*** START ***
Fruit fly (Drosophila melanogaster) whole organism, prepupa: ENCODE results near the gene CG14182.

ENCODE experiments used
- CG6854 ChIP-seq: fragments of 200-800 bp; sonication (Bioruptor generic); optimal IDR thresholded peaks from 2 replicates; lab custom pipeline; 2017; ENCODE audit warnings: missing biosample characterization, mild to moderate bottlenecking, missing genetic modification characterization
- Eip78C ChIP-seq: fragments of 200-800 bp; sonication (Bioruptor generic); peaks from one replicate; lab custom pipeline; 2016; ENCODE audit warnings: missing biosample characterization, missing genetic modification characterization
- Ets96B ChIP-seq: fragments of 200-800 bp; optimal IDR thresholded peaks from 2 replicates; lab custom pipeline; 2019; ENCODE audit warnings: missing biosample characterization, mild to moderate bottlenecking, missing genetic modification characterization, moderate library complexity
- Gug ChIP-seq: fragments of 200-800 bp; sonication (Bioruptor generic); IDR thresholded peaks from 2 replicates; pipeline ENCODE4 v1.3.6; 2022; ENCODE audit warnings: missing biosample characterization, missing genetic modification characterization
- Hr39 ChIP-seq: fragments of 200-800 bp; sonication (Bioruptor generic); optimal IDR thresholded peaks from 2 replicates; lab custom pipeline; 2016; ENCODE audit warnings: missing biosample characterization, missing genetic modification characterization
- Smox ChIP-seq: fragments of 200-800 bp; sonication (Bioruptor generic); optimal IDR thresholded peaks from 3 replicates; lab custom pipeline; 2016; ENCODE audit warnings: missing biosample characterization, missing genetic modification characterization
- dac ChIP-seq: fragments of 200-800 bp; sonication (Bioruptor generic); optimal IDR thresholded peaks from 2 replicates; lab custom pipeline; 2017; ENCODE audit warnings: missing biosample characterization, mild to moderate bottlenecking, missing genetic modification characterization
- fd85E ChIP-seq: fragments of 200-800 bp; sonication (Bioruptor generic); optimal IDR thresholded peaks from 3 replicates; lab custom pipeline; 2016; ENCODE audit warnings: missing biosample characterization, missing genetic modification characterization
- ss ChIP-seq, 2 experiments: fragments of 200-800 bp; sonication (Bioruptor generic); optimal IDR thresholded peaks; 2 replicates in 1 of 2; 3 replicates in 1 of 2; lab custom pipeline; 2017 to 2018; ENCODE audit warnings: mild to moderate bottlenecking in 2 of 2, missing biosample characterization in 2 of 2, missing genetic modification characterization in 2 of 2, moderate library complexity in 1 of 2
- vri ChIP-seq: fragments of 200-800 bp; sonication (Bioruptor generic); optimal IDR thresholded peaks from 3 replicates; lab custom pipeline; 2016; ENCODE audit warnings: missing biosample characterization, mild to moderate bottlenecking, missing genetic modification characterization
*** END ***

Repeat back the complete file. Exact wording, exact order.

Fruit fly (Drosophila melanogaster) whole organism, prepupa: ENCODE results near the gene CG14182.

ENCODE experiments used
- CG6854 ChIP-seq: fragments of 200-800 bp; sonication (Bioruptor generic); optimal IDR thresholded peaks from 2 replicates; lab custom pipeline; 2017; ENCODE audit warnings: missing biosample characterization, mild to moderate bottlenecking, missing genetic modification characterization
- Eip78C ChIP-seq: fragments of 200-800 bp; sonication (Bioruptor generic); peaks from one replicate; lab custom pipeline; 2016; ENCODE audit warnings: missing biosample characterization, missing genetic modification characterization
- Ets96B ChIP-seq: fragments of 200-800 bp; optimal IDR thresholded peaks from 2 replicates; lab custom pipeline; 2019; ENCODE audit warnings: missing biosample characterization, mild to moderate bottlenecking, missing genetic modification characterization, moderate library complexity
- Gug ChIP-seq: fragments of 200-800 bp; sonication (Bioruptor generic); IDR thresholded peaks from 2 replicates; pipeline ENCODE4 v1.3.6; 2022; ENCODE audit warnings: missing biosample characterization, missing genetic modification characterization
- Hr39 ChIP-seq: fragments of 200-800 bp; sonication (Bioruptor generic); optimal IDR thresholded peaks from 2 replicates; lab custom pipeline; 2016; ENCODE audit warnings: missing biosample characterization, missing genetic modification characterization
- Smox ChIP-seq: fragments of 200-800 bp; sonication (Bioruptor generic); optimal IDR thresholded peaks from 3 replicates; lab custom pipeline; 2016; ENCODE audit warnings: missing biosample characterization, missing genetic modification characterization
- dac ChIP-seq: fragments of 200-800 bp; sonication (Bioruptor generic); optimal IDR thresholded peaks from 2 replicates; lab custom pipeline; 2017; ENCODE audit warnings: missing biosample characterization, mild to moderate bottlenecking, missing genetic modification characterization
- fd85E ChIP-seq: fragments of 200-800 bp; sonication (Bioruptor generic); optimal IDR thresholded peaks from 3 replicates; lab custom pipeline; 2016; ENCODE audit warnings: missing biosample characterization, missing genetic modification characterization
- ss ChIP-seq, 2 experiments: fragments of 200-800 bp; sonication (Bioruptor generic); optimal IDR thresholded peaks; 2 replicates in 1 of 2; 3 replicates in 1 of 2; lab custom pipeline; 2017 to 2018; ENCODE audit warnings: mild to moderate bottlenecking in 2 of 2, missing biosample characterization in 2 of 2, missing genetic modification characterization in 2 of 2, moderate library complexity in 1 of 2
- vri ChIP-seq: fragments of 200-800 bp; sonication (Bioruptor generic); optimal IDR thresholded peaks from 3 replicates; lab custom pipeline; 2016; ENCODE audit warnings: missing biosample characterization, mild to moderate bottlenecking, missing genetic modification characterization